Wireless industry hits FCC internet privacy rules

Wireless industry hits FCC internet privacy rules
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The wireless industry is expressing concerns about Federal Communications Commission Chairman Tom Wheeler’s proposed new privacy rules for internet service providers.

The proposal would require broadband providers to get user consent for most uses of their data.

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But trade group CTIA criticized the proposal, saying it would be inconsistent with privacy rules from another agency, the Federal Trade Commission, that already govern companies like Google and Facebook.

“CTIA urges the Commission to recognize these harms to consumers and competition, and instead to move forward in accordance with this Administration’s policy of consistent privacy regulation across the Internet,” the group said in its comments.

“Consistent with the limits of its statutory authority, the Commission should adopt rules based on the [Federal Trade Commission’s] deception and unfairness standard, which has provided strong privacy protections for consumers while allowing online companies to offer consumers innovative services and products that are the backbone of the U.S. economy.”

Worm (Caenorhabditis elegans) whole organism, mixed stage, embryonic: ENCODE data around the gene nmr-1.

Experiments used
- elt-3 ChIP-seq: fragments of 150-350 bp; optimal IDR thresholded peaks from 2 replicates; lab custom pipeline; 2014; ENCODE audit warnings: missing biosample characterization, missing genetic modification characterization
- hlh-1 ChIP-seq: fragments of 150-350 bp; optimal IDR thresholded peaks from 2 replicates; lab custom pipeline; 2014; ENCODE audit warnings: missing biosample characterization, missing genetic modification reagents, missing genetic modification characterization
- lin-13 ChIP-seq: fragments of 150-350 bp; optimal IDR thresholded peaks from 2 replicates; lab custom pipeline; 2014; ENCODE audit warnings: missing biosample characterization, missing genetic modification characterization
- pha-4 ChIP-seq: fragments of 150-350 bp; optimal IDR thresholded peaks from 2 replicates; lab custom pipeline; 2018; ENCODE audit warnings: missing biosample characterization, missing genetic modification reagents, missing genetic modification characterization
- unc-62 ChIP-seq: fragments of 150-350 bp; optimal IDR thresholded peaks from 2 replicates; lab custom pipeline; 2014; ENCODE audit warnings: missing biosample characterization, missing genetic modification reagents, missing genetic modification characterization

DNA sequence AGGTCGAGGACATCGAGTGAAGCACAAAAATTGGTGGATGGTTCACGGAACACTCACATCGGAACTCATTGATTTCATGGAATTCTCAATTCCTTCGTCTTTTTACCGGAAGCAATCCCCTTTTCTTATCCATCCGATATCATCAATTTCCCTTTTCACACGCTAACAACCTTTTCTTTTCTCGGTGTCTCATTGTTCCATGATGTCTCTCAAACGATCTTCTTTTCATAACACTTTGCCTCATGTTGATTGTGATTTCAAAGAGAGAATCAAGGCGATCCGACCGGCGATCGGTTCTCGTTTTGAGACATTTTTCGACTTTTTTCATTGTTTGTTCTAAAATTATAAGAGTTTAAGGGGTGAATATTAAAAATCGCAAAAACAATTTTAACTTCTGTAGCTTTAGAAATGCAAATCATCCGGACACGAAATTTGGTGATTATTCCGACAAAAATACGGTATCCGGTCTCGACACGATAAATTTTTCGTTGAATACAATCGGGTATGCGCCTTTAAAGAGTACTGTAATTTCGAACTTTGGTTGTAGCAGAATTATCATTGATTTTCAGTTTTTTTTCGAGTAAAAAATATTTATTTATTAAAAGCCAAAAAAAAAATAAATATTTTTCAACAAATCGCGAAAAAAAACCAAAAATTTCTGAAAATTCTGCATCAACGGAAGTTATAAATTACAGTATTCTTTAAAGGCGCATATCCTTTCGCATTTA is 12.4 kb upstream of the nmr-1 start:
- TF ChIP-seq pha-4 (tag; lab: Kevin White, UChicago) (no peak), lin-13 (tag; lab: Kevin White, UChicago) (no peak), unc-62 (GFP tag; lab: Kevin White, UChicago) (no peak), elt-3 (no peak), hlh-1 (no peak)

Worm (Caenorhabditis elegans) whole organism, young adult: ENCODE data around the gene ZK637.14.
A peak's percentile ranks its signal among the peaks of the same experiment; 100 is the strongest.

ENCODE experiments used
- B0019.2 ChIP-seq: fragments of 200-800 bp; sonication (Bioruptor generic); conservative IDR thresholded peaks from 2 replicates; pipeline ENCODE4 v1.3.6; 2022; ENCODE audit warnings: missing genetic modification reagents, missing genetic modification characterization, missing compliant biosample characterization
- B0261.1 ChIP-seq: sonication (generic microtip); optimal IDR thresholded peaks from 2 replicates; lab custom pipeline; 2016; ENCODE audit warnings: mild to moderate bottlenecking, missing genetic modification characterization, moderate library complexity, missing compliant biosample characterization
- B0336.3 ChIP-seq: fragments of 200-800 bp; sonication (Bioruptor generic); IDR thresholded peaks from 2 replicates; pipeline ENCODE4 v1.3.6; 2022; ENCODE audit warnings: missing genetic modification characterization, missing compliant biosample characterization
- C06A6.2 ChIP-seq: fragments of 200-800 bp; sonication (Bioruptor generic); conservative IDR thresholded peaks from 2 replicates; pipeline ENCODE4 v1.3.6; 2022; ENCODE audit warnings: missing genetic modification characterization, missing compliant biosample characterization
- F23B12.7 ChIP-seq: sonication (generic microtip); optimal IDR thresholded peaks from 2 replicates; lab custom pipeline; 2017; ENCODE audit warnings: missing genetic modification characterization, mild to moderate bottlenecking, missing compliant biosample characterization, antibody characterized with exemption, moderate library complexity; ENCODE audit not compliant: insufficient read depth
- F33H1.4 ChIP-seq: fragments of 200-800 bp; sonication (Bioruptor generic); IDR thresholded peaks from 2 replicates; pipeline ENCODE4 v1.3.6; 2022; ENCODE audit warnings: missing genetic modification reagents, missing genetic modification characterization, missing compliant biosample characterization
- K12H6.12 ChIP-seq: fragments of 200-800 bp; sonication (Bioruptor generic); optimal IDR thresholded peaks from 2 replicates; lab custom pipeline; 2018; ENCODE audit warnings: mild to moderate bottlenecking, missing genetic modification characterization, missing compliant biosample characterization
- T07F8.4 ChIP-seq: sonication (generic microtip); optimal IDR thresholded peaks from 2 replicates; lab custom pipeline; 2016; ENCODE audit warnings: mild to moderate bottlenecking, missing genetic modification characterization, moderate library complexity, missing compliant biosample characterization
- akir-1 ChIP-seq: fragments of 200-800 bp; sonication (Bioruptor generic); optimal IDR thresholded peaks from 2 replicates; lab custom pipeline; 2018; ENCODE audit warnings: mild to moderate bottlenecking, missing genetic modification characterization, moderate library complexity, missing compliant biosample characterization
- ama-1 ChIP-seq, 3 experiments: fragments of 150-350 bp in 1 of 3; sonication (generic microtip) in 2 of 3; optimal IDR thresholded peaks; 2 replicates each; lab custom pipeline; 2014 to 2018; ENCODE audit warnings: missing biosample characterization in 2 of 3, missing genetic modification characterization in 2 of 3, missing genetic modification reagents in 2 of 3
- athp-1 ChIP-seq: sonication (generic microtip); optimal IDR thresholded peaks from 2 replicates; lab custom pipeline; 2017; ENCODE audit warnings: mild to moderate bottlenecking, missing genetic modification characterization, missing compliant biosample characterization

Industry groups like CTIA and its member companies say that consumers could be confused by having some companies tied to the internet regulated by the FTC and others governed by the FCC.

The FCC proposal would be tougher than the current FTC rules, and industry groups want Wheeler to scale back his plans.

“The FTC rules of engagement have applied to the entire internet ecosystem evenly and been effective for decades,” wrote AT&T Senior Vice President Bob Quinn on Thursday. “As a result of that approach, consumers worldwide enjoy ad-supported free services and the entire Internet ecosystem has flourished with the United States in a leadership position.

“Companies, like AT&T, have simply argued in this proceeding that the FCC should continue to follow that same successful framework so that all providers in the internet ecosystem can continue to operate under the same rules regardless of which part of the ecosystem a company resides.”

But supporters say that the FCC’s rules, which stem from last year’s net neutrality order, are an opportunity for the agency to protect consumers in a more robust way than is possible for the FTC. They also say that internet service providers have access to all of their customers’ browsing habits, necessitating stricter rules.

Friday is the deadline for the first round of comments on the privacy proposal, which is expected to be voted on later this year.